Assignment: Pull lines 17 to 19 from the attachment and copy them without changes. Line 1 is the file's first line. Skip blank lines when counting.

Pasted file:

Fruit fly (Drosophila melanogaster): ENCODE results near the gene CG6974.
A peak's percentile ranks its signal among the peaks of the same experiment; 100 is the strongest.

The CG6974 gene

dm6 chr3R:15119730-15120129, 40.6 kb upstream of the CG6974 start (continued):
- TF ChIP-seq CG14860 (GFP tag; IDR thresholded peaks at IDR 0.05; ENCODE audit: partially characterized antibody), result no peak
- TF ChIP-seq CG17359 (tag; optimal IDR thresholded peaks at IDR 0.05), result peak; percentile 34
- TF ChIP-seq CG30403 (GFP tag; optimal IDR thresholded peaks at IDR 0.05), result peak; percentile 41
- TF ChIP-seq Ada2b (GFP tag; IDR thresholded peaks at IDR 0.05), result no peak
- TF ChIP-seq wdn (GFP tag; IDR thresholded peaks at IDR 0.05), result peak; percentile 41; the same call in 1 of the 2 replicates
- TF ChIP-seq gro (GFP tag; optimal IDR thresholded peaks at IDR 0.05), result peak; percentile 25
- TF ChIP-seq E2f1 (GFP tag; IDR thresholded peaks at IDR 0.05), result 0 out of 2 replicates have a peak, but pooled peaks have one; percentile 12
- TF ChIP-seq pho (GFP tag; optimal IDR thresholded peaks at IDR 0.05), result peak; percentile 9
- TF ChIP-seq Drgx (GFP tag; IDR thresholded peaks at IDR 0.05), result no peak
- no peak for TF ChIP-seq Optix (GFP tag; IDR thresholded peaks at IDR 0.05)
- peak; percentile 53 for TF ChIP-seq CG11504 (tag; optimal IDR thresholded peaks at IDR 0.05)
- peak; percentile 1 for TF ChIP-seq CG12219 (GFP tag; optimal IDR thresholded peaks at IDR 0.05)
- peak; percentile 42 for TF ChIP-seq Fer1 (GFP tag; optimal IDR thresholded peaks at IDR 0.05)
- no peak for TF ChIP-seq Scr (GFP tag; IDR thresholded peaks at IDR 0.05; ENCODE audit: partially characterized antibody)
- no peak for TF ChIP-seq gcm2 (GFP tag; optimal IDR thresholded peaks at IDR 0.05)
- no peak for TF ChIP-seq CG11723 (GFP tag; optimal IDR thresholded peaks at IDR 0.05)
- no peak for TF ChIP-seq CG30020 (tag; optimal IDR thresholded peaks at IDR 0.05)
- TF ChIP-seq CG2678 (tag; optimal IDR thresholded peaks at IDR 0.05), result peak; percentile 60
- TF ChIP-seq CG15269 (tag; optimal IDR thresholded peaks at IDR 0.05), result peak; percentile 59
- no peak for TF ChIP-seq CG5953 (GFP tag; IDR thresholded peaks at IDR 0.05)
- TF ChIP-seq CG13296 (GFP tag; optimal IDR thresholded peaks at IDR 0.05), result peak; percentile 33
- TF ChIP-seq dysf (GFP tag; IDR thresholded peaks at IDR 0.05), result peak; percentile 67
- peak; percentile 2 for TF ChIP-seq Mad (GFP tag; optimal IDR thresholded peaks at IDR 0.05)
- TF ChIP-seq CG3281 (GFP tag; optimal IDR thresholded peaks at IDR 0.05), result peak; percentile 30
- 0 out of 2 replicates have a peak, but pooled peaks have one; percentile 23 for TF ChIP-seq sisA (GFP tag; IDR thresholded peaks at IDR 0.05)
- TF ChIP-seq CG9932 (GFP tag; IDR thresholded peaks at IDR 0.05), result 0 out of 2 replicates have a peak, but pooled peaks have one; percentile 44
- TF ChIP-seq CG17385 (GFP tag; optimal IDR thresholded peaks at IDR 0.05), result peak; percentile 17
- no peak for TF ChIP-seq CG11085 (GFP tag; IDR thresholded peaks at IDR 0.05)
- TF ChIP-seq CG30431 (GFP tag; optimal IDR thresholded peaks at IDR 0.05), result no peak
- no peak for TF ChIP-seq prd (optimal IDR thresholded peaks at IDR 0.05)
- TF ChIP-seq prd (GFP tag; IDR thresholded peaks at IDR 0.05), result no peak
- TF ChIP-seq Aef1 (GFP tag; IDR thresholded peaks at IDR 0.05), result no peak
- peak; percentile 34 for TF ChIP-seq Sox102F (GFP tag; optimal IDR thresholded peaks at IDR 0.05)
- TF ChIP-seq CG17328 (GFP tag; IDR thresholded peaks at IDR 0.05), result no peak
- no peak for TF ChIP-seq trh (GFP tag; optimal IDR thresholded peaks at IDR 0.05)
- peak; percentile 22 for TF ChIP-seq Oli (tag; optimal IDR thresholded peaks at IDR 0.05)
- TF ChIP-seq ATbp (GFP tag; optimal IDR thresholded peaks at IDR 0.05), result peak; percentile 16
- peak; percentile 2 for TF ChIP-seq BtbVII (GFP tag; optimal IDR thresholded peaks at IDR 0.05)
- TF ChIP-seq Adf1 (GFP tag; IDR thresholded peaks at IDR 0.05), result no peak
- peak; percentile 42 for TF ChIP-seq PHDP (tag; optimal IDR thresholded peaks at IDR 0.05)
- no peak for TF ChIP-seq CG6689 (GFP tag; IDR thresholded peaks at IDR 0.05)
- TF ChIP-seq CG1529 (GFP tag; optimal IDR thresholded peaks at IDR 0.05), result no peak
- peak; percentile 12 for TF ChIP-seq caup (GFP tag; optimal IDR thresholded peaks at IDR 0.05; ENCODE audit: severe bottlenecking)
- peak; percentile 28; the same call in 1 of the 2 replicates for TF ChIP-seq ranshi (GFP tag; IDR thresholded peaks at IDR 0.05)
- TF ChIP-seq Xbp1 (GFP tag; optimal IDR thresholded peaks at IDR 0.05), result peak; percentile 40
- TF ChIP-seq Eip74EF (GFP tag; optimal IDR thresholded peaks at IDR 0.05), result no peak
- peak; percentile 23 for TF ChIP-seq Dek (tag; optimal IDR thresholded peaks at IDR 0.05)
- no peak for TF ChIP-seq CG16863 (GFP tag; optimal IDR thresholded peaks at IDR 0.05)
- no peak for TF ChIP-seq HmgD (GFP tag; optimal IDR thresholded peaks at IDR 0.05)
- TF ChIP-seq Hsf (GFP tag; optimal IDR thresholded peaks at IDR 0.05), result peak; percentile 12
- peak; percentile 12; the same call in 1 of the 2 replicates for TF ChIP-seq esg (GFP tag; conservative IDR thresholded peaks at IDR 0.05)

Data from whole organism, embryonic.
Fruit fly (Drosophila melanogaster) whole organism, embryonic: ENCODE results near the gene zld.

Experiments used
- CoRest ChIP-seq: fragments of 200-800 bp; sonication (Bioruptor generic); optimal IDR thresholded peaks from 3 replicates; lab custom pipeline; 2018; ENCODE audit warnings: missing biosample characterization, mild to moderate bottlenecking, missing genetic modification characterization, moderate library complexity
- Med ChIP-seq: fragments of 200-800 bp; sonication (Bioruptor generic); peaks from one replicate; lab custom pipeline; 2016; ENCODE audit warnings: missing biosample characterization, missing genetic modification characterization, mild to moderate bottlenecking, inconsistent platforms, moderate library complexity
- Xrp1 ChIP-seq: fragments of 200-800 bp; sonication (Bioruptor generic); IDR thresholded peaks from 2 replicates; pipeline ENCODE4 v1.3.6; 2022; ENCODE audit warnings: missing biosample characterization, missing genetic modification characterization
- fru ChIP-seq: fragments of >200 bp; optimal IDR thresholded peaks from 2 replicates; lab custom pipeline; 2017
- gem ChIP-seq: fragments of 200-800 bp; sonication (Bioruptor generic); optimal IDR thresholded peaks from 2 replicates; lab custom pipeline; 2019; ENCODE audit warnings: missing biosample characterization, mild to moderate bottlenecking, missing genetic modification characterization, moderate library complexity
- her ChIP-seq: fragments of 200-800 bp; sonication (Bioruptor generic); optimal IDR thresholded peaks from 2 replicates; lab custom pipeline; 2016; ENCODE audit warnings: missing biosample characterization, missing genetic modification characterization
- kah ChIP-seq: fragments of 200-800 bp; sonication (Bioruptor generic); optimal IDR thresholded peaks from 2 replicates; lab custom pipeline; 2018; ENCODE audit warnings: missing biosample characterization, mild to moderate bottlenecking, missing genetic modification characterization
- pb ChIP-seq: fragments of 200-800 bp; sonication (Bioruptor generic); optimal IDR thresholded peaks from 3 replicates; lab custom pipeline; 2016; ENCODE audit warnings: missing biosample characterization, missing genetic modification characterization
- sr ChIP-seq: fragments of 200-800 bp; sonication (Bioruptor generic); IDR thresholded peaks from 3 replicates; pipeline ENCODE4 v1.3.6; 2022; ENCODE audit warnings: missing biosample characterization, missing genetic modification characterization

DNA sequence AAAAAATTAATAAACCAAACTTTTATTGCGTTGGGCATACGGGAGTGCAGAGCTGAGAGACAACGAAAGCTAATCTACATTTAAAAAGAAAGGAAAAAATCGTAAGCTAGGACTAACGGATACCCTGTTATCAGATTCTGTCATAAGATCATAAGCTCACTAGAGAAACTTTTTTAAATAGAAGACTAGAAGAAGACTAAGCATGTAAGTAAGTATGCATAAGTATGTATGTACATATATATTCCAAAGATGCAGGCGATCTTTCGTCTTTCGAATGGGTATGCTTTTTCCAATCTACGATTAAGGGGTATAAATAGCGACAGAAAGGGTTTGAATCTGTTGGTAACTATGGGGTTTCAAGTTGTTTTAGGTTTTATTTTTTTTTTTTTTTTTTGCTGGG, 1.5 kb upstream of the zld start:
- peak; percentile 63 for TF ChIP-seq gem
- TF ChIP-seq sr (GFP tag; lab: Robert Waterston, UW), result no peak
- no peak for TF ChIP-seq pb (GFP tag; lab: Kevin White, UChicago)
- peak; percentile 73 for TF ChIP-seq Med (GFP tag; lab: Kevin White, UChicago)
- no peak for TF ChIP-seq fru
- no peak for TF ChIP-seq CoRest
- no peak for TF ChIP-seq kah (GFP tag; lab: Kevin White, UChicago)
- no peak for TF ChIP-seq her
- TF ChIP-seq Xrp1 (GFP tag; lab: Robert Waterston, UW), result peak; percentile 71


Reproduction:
- peak; percentile 42 for TF ChIP-seq Fer1 (GFP tag; optimal IDR thresholded peaks at IDR 0.05)
- no peak for TF ChIP-seq Scr (GFP tag; IDR thresholded peaks at IDR 0.05; ENCODE audit: partially characterized antibody)
- no peak for TF ChIP-seq gcm2 (GFP tag; optimal IDR thresholded peaks at IDR 0.05)